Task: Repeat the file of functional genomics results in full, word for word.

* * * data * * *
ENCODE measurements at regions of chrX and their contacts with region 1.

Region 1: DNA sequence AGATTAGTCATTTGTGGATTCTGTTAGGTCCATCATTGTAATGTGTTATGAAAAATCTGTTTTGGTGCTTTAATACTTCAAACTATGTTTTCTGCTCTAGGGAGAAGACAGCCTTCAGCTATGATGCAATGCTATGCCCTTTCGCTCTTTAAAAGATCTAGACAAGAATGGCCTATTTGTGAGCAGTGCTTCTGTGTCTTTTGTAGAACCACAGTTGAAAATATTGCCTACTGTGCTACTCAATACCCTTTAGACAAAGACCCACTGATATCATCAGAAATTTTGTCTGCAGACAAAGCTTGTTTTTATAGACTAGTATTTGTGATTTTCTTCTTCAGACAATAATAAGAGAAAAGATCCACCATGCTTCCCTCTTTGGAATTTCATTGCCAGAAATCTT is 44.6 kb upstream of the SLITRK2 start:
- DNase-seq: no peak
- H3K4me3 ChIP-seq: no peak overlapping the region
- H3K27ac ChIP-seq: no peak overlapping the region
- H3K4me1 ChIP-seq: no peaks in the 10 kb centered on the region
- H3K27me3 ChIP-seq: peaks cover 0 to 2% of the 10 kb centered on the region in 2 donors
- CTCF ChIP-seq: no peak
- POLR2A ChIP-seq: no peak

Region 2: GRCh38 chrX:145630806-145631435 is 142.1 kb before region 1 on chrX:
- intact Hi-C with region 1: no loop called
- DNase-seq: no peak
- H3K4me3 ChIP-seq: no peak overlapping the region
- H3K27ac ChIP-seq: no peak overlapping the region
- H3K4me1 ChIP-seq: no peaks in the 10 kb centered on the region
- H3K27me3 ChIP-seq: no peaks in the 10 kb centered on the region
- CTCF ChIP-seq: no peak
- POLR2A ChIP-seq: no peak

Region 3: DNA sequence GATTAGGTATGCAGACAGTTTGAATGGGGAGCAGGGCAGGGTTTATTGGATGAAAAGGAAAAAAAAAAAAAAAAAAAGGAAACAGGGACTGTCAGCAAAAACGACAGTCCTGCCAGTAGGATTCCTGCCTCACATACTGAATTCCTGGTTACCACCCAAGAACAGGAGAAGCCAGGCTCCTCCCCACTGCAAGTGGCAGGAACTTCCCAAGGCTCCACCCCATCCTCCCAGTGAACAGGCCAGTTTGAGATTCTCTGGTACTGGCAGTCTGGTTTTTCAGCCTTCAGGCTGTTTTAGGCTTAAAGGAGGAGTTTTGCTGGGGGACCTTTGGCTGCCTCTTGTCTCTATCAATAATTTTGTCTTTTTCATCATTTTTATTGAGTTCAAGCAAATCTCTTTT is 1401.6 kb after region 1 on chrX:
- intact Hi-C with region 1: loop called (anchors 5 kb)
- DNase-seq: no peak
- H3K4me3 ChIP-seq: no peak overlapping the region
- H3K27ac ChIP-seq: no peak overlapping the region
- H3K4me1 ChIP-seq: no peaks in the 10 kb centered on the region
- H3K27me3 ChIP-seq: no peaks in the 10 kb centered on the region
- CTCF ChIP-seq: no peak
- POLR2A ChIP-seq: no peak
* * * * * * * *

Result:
ENCODE measurements at regions of chrX and their contacts with region 1.

Region 1: DNA sequence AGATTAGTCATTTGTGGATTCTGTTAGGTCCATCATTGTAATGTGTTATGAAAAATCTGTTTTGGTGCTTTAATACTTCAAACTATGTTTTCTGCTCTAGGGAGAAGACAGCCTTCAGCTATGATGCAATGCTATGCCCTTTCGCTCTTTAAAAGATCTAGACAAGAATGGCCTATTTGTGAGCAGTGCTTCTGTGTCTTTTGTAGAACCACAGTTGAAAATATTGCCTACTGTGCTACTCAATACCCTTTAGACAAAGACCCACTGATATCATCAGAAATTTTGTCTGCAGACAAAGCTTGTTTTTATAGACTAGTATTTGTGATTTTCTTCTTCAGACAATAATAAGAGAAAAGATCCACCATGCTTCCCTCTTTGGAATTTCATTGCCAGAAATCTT is 44.6 kb upstream of the SLITRK2 start:
- DNase-seq: no peak
- H3K4me3 ChIP-seq: no peak overlapping the region
- H3K27ac ChIP-seq: no peak overlapping the region
- H3K4me1 ChIP-seq: no peaks in the 10 kb centered on the region
- H3K27me3 ChIP-seq: peaks cover 0 to 2% of the 10 kb centered on the region in 2 donors
- CTCF ChIP-seq: no peak
- POLR2A ChIP-seq: no peak

Region 2: GRCh38 chrX:145630806-145631435 is 142.1 kb before region 1 on chrX:
- intact Hi-C with region 1: no loop called
- DNase-seq: no peak
- H3K4me3 ChIP-seq: no peak overlapping the region
- H3K27ac ChIP-seq: no peak overlapping the region
- H3K4me1 ChIP-seq: no peaks in the 10 kb centered on the region
- H3K27me3 ChIP-seq: no peaks in the 10 kb centered on the region
- CTCF ChIP-seq: no peak
- POLR2A ChIP-seq: no peak

Region 3: DNA sequence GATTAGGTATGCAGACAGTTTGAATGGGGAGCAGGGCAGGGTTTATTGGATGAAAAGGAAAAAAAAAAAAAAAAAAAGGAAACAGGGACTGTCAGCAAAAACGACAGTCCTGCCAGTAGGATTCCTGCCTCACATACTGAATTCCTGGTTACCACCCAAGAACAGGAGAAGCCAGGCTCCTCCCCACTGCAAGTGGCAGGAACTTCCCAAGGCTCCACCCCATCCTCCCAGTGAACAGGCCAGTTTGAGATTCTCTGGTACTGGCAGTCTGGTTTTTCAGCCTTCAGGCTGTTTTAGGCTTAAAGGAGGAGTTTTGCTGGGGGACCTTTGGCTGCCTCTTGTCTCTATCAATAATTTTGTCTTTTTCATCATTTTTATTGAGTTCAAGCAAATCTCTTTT is 1401.6 kb after region 1 on chrX:
- intact Hi-C with region 1: loop called (anchors 5 kb)
- DNase-seq: no peak
- H3K4me3 ChIP-seq: no peak overlapping the region
- H3K27ac ChIP-seq: no peak overlapping the region
- H3K4me1 ChIP-seq: no peaks in the 10 kb centered on the region
- H3K27me3 ChIP-seq: no peaks in the 10 kb centered on the region
- CTCF ChIP-seq: no peak
- POLR2A ChIP-seq: no peak